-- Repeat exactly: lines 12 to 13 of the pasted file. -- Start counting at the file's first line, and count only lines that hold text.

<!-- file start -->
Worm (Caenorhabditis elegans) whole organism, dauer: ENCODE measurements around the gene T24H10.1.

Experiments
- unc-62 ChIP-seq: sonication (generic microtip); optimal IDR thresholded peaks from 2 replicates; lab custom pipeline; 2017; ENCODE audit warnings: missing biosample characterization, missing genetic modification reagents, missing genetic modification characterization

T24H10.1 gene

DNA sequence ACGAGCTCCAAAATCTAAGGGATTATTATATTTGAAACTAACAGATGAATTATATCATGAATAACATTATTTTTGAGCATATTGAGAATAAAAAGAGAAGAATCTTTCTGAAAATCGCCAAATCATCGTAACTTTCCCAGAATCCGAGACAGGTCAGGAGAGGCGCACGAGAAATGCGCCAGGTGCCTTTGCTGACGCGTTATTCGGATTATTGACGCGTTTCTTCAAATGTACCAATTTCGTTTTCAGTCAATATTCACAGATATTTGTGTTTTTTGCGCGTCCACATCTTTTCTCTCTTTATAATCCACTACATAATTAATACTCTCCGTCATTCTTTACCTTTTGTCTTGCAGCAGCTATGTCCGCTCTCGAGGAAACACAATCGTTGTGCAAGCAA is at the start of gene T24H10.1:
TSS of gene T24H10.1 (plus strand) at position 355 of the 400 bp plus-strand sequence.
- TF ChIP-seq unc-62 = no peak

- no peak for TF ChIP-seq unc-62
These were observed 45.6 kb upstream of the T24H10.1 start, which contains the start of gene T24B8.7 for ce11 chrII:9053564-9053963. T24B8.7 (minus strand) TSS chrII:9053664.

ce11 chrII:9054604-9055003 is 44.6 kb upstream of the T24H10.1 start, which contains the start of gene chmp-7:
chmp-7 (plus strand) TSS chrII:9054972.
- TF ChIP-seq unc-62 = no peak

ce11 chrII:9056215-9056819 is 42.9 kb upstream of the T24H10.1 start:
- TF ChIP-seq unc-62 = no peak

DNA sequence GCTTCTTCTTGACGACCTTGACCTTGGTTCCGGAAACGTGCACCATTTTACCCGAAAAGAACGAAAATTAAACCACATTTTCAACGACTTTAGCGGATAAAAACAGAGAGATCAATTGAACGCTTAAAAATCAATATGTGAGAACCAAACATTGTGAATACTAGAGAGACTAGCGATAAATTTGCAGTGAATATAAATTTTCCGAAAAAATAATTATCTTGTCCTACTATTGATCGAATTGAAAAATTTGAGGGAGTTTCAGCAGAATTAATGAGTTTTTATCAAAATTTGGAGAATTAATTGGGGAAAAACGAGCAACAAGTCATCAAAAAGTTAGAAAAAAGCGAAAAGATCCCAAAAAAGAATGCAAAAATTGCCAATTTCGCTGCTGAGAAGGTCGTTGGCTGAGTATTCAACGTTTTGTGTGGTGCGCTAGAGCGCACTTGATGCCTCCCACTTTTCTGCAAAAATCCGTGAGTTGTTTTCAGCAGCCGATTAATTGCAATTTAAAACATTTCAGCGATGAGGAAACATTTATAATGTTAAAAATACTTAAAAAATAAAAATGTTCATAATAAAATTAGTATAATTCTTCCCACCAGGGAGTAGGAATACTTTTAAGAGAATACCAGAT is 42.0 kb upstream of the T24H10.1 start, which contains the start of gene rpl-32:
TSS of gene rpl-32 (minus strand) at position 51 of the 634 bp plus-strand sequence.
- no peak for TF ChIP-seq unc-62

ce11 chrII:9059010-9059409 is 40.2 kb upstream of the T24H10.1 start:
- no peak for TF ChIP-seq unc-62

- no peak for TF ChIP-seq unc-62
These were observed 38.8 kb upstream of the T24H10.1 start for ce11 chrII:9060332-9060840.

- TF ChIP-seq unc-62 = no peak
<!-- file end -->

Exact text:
- TF ChIP-seq unc-62 = no peak

ce11 chrII:9056215-9056819 is 42.9 kb upstream of the T24H10.1 start: